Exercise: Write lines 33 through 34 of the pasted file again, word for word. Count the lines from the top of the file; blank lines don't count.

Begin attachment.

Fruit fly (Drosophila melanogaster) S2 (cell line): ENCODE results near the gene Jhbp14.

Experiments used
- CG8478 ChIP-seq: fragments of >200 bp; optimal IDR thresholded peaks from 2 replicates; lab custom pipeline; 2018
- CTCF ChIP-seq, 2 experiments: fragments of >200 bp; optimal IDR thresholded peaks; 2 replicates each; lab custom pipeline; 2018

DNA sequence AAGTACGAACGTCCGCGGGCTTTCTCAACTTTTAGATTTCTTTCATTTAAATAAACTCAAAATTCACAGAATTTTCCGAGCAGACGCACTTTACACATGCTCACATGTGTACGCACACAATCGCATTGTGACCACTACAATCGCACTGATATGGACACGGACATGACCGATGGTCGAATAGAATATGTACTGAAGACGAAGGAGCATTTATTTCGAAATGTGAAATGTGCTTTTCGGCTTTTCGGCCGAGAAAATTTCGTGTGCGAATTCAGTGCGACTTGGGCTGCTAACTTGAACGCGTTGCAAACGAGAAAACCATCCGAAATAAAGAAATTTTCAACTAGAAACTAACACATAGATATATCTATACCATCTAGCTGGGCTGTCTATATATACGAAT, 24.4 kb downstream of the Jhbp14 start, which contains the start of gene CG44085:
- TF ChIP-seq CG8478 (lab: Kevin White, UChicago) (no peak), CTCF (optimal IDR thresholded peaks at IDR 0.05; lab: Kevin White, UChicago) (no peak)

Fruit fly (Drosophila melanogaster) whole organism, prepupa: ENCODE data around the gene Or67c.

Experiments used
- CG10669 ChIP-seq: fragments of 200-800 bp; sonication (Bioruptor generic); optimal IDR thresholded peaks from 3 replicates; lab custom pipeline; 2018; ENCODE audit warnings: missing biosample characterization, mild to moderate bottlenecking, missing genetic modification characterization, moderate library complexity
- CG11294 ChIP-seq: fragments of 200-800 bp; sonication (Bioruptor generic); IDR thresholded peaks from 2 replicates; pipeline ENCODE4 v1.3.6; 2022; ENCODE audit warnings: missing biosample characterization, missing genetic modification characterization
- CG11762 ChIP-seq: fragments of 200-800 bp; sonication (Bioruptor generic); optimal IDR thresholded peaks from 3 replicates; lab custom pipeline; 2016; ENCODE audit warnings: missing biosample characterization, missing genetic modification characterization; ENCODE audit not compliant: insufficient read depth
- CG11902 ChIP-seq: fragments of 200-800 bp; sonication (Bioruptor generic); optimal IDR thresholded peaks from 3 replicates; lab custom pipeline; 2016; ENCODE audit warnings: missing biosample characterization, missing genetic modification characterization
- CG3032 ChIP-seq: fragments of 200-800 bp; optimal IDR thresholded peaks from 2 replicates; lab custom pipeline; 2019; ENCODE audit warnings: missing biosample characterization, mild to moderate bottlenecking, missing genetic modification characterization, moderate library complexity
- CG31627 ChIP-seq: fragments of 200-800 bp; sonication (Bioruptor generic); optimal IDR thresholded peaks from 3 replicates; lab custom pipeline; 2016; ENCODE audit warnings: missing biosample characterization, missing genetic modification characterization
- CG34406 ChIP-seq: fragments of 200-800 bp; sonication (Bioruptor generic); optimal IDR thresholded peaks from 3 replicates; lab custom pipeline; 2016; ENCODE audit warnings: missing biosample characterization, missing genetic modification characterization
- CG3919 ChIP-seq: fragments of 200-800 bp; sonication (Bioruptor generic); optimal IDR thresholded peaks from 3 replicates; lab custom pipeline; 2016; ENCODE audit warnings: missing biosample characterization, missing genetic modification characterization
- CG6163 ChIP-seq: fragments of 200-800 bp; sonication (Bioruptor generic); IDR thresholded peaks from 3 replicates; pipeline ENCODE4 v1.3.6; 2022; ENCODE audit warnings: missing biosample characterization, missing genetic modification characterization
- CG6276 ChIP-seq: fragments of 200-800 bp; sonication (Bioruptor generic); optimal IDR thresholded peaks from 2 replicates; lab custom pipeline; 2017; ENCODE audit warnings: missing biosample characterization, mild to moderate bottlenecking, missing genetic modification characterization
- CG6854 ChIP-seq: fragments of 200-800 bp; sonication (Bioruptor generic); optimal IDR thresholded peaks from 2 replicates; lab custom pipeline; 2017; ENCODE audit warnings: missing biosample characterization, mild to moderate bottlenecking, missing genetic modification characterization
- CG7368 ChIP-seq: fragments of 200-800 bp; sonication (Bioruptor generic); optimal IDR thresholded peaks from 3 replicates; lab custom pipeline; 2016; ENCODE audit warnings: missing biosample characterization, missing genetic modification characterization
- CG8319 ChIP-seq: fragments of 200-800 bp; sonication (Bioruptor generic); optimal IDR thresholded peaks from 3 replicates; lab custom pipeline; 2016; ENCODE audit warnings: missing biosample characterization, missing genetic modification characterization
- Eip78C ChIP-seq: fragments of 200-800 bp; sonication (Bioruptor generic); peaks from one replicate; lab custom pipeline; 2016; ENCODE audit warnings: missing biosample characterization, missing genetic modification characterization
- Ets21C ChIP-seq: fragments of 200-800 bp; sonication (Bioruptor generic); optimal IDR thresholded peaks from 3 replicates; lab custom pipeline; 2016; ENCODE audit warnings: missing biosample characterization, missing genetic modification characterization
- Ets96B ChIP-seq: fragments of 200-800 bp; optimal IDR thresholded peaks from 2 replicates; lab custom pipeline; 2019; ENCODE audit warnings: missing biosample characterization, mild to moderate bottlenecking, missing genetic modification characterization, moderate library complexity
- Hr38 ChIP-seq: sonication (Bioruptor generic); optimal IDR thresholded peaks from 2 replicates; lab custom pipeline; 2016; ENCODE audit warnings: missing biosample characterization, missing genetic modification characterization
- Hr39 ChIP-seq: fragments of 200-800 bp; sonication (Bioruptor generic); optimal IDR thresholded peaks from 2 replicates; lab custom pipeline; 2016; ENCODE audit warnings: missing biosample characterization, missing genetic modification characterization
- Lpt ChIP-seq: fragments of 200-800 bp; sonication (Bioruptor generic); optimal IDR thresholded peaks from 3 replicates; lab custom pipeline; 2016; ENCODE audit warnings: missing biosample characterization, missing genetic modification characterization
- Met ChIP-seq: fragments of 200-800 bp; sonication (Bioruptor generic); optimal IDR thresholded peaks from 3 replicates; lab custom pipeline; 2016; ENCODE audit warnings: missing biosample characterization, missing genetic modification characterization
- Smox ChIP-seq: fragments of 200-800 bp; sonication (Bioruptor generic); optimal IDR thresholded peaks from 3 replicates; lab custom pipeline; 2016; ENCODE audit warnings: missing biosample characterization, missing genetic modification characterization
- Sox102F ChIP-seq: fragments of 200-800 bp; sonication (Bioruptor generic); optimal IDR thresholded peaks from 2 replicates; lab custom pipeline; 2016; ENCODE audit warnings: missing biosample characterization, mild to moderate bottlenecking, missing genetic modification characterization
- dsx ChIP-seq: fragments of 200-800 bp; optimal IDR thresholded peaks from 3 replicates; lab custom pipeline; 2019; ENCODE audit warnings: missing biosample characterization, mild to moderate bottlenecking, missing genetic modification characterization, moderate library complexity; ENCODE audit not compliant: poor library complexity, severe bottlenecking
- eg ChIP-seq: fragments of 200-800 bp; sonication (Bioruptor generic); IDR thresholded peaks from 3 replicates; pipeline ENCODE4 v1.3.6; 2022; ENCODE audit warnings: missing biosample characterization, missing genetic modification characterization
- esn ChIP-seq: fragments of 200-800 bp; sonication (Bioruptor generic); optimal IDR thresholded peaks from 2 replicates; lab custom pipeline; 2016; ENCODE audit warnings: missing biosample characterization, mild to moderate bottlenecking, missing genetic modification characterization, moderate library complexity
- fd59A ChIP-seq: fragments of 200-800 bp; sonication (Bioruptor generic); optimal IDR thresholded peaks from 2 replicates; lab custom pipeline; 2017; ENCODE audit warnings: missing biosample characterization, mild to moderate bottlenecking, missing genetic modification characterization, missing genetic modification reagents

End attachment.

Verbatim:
- esn ChIP-seq: fragments of 200-800 bp; sonication (Bioruptor generic); optimal IDR thresholded peaks from 2 replicates; lab custom pipeline; 2016; ENCODE audit warnings: missing biosample characterization, mild to moderate bottlenecking, missing genetic modification characterization, moderate library complexity
- fd59A ChIP-seq: fragments of 200-800 bp; sonication (Bioruptor generic); optimal IDR thresholded peaks from 2 replicates; lab custom pipeline; 2017; ENCODE audit warnings: missing biosample characterization, mild to moderate bottlenecking, missing genetic modification characterization, missing genetic modification reagents